Although that question seems sophomoric on the face, the 6mm is 0.23 caliber and the 6.5mm is 0.25 caliber. By comparison, the .243 Winchester round uses 6.2mm projectiles. The bullets for the 6mm tend to be in the low 100 grain range, re: 103 and 108. 6.5mm bullets start at 120 grains on the low end and move up to 147 for heavier options.
The parent case for the 6.5mm Creedmoor is the .30 Thompson Center necked down and the 6mm Creedmoor is the same. Are we splitting hairs between the two? Perhaps. Nonetheless, long distance shooters have made a science of hair splitting for decades.
What can you Hunt with a 6mm Creedmoor?
What “can” you hunt and what “should” you hunt are variations of the same question, and you will get numerous answers based upon who it is that you ask. Naturally, most every state in the Union has some caliber restrictions or recommendations for hunting. I do not pretend to be an expert on big game hunting.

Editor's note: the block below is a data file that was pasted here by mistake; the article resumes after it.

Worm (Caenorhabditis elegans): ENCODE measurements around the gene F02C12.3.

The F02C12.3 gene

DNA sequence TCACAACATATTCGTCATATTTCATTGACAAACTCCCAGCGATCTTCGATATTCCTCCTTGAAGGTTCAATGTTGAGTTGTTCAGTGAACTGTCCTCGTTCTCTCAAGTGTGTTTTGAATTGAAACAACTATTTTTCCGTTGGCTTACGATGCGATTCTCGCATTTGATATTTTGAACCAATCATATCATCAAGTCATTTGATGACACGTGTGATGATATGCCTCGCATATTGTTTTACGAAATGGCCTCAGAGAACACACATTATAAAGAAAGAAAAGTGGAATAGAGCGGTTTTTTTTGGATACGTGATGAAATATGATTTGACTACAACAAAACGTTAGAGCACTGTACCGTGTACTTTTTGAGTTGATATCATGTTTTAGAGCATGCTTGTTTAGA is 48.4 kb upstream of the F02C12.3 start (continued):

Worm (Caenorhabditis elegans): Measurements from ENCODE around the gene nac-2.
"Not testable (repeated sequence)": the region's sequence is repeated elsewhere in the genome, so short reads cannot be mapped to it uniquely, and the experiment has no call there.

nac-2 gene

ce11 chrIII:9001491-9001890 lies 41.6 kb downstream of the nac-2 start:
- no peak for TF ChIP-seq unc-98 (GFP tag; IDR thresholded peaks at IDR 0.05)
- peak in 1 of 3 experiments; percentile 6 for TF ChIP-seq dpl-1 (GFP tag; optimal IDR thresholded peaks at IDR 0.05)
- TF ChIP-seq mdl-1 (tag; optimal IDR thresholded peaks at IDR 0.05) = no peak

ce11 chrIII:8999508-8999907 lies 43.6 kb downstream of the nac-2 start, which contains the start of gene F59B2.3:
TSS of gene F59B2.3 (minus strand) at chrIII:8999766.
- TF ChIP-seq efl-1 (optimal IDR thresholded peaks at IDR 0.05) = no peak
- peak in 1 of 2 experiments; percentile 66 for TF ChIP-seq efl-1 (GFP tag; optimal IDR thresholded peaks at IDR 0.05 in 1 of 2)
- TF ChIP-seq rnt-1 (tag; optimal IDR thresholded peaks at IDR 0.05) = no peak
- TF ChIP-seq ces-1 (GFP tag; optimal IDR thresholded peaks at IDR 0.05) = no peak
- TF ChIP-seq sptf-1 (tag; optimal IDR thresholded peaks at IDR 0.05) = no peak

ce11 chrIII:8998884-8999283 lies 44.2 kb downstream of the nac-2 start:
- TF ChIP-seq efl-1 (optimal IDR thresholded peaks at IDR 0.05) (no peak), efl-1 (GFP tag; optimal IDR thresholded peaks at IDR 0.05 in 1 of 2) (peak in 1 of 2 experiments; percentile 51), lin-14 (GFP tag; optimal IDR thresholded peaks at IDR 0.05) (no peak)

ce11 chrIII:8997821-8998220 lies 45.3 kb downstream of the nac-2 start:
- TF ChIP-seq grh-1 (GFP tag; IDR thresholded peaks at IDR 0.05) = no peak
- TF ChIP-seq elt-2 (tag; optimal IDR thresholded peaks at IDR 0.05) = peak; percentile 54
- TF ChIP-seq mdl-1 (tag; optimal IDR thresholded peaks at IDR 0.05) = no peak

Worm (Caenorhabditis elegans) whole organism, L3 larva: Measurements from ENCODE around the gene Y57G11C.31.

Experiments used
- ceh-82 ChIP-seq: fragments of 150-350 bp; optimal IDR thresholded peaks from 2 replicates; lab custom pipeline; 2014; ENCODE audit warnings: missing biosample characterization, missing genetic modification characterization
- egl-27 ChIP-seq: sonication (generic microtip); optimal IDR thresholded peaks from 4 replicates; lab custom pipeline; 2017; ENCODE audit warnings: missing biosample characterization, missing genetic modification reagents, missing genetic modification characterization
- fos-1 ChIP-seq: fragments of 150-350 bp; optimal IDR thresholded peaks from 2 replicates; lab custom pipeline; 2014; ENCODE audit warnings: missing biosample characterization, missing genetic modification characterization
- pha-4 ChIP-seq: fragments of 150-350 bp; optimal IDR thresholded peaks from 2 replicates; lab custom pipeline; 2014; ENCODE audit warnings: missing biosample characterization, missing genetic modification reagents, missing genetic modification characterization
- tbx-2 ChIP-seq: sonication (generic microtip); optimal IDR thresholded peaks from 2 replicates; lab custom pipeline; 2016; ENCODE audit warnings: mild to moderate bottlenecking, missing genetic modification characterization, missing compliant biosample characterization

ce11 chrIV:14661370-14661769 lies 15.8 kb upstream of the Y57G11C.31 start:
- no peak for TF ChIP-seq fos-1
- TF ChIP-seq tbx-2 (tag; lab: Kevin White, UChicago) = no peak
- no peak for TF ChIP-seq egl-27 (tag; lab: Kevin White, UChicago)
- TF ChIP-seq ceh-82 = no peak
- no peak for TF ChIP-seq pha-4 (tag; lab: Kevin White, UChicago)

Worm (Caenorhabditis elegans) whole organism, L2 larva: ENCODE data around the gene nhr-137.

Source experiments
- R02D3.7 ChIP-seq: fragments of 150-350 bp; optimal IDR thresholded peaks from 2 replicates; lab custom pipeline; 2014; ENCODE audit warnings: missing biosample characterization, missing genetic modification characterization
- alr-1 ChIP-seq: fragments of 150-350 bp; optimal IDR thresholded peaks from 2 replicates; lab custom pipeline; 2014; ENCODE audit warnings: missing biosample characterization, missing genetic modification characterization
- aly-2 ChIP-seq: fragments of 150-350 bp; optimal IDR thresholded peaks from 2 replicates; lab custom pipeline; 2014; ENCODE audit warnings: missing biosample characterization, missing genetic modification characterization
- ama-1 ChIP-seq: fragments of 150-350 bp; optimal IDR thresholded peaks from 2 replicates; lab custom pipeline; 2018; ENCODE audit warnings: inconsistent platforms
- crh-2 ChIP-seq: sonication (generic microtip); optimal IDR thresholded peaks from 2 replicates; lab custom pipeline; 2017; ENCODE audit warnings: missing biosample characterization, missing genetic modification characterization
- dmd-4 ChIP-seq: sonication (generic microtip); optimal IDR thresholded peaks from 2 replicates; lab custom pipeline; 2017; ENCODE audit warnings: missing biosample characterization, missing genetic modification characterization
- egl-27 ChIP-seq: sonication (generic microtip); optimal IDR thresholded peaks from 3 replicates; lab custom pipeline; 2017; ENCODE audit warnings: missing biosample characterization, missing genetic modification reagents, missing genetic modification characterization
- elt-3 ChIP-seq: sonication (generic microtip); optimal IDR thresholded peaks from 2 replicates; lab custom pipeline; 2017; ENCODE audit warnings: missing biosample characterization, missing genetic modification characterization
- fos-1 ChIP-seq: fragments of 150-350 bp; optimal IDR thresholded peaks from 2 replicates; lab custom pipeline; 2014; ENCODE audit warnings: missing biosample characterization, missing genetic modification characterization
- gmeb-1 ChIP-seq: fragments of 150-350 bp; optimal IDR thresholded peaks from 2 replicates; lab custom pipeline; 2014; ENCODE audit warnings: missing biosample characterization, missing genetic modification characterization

My thoughts are that the 6mm Creedmoor loaded with either ballistic tipped 103 or 108 would do the job on thin skinned, medium sized game, say pronghorn antelope and down. The Creedmoor line has become a go-to for hunting western “speed goats” as shots can be as far as several hundred yards. You certainly do not need a hyper-accurate round like the 6mm Creedmoor to shoot a white tail deer from a stand at 75 yards.
As I mentioned at the outset, I love to shoot well made, accurate, bolt action rifles. The PFC rifle, along with the Brownells optic and the Black Hills ammunition allowed me to continue my love affair with this type of shooting.
I was thoroughly impressed by the PFC rifle, how it was put together and the high quality parts that created one tremendously well shooting gun. At press-time, Ben at PFC is building custom rifles, one at a time. If you would like more information, go to the website and send an email.